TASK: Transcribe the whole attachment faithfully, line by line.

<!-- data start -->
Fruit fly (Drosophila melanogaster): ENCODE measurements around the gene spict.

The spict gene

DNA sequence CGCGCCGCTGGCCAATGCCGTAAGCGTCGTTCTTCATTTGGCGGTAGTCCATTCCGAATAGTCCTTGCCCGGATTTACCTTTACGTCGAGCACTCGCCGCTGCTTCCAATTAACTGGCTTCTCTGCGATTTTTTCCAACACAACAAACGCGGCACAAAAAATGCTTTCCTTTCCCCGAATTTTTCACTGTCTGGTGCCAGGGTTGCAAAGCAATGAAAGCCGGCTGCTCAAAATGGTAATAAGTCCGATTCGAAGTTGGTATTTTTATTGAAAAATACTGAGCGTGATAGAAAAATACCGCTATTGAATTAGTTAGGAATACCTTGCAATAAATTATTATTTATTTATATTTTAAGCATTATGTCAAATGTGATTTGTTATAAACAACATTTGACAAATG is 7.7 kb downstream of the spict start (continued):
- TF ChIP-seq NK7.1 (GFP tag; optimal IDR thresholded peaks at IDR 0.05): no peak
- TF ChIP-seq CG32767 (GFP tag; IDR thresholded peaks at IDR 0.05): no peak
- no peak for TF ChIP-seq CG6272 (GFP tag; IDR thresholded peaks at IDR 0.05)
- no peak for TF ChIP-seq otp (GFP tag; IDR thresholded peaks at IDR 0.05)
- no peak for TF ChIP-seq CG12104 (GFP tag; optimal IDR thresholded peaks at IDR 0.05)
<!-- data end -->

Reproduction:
Fruit fly (Drosophila melanogaster): ENCODE measurements around the gene spict.

The spict gene

DNA sequence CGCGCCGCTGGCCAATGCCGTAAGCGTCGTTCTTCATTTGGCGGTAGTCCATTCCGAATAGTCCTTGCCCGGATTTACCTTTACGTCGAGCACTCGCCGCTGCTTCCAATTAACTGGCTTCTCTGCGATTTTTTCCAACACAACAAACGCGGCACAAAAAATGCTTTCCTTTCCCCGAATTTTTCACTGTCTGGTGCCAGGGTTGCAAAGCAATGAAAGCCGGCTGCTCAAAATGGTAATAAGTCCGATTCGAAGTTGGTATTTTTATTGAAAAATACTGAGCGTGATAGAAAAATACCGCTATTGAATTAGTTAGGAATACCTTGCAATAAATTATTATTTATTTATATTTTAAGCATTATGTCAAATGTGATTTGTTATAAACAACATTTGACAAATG is 7.7 kb downstream of the spict start (continued):
- TF ChIP-seq NK7.1 (GFP tag; optimal IDR thresholded peaks at IDR 0.05): no peak
- TF ChIP-seq CG32767 (GFP tag; IDR thresholded peaks at IDR 0.05): no peak
- no peak for TF ChIP-seq CG6272 (GFP tag; IDR thresholded peaks at IDR 0.05)
- no peak for TF ChIP-seq otp (GFP tag; IDR thresholded peaks at IDR 0.05)
- no peak for TF ChIP-seq CG12104 (GFP tag; optimal IDR thresholded peaks at IDR 0.05)